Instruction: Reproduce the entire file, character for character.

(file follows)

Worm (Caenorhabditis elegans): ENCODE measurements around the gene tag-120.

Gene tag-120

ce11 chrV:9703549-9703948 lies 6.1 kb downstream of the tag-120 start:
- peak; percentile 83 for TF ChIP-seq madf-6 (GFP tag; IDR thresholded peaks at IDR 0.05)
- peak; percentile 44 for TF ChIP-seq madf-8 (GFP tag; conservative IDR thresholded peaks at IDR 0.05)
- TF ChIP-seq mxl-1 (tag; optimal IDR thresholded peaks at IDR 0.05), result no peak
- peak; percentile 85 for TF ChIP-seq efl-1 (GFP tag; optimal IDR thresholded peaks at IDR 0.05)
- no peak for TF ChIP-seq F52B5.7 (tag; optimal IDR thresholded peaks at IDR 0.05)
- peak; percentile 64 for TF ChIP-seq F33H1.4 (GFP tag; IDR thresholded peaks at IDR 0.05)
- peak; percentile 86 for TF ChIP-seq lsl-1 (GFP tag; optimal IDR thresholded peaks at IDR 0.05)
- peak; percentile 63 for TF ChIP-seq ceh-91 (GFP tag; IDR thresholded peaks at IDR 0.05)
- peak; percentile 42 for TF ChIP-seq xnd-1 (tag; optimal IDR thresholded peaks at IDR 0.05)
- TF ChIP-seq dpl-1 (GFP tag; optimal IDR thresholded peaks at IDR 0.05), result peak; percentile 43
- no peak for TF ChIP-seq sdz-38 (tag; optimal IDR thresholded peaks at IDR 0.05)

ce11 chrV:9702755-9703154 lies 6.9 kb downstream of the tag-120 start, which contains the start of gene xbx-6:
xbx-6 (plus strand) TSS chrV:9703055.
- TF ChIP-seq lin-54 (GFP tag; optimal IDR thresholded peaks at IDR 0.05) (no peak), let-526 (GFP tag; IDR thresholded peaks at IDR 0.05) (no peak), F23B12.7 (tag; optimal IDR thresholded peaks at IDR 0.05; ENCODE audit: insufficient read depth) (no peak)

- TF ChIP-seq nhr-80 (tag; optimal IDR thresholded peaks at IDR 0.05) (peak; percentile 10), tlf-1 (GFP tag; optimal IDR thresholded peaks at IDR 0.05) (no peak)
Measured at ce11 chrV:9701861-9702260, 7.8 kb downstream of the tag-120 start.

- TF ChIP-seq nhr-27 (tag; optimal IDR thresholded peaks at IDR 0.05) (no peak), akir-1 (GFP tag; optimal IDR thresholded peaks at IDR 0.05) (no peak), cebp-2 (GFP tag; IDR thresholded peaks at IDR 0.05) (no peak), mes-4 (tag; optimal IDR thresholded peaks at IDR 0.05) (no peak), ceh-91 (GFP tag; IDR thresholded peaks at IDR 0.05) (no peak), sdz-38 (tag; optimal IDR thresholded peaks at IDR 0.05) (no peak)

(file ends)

Worm (Caenorhabditis elegans): ENCODE measurements around the gene tag-120.

Gene tag-120

ce11 chrV:9703549-9703948 lies 6.1 kb downstream of the tag-120 start:
- peak; percentile 83 for TF ChIP-seq madf-6 (GFP tag; IDR thresholded peaks at IDR 0.05)
- peak; percentile 44 for TF ChIP-seq madf-8 (GFP tag; conservative IDR thresholded peaks at IDR 0.05)
- TF ChIP-seq mxl-1 (tag; optimal IDR thresholded peaks at IDR 0.05), result no peak
- peak; percentile 85 for TF ChIP-seq efl-1 (GFP tag; optimal IDR thresholded peaks at IDR 0.05)
- no peak for TF ChIP-seq F52B5.7 (tag; optimal IDR thresholded peaks at IDR 0.05)
- peak; percentile 64 for TF ChIP-seq F33H1.4 (GFP tag; IDR thresholded peaks at IDR 0.05)
- peak; percentile 86 for TF ChIP-seq lsl-1 (GFP tag; optimal IDR thresholded peaks at IDR 0.05)
- peak; percentile 63 for TF ChIP-seq ceh-91 (GFP tag; IDR thresholded peaks at IDR 0.05)
- peak; percentile 42 for TF ChIP-seq xnd-1 (tag; optimal IDR thresholded peaks at IDR 0.05)
- TF ChIP-seq dpl-1 (GFP tag; optimal IDR thresholded peaks at IDR 0.05), result peak; percentile 43
- no peak for TF ChIP-seq sdz-38 (tag; optimal IDR thresholded peaks at IDR 0.05)

ce11 chrV:9702755-9703154 lies 6.9 kb downstream of the tag-120 start, which contains the start of gene xbx-6:
xbx-6 (plus strand) TSS chrV:9703055.
- TF ChIP-seq lin-54 (GFP tag; optimal IDR thresholded peaks at IDR 0.05) (no peak), let-526 (GFP tag; IDR thresholded peaks at IDR 0.05) (no peak), F23B12.7 (tag; optimal IDR thresholded peaks at IDR 0.05; ENCODE audit: insufficient read depth) (no peak)

- TF ChIP-seq nhr-80 (tag; optimal IDR thresholded peaks at IDR 0.05) (peak; percentile 10), tlf-1 (GFP tag; optimal IDR thresholded peaks at IDR 0.05) (no peak)
Measured at ce11 chrV:9701861-9702260, 7.8 kb downstream of the tag-120 start.

- TF ChIP-seq nhr-27 (tag; optimal IDR thresholded peaks at IDR 0.05) (no peak), akir-1 (GFP tag; optimal IDR thresholded peaks at IDR 0.05) (no peak), cebp-2 (GFP tag; IDR thresholded peaks at IDR 0.05) (no peak), mes-4 (tag; optimal IDR thresholded peaks at IDR 0.05) (no peak), ceh-91 (GFP tag; IDR thresholded peaks at IDR 0.05) (no peak), sdz-38 (tag; optimal IDR thresholded peaks at IDR 0.05) (no peak)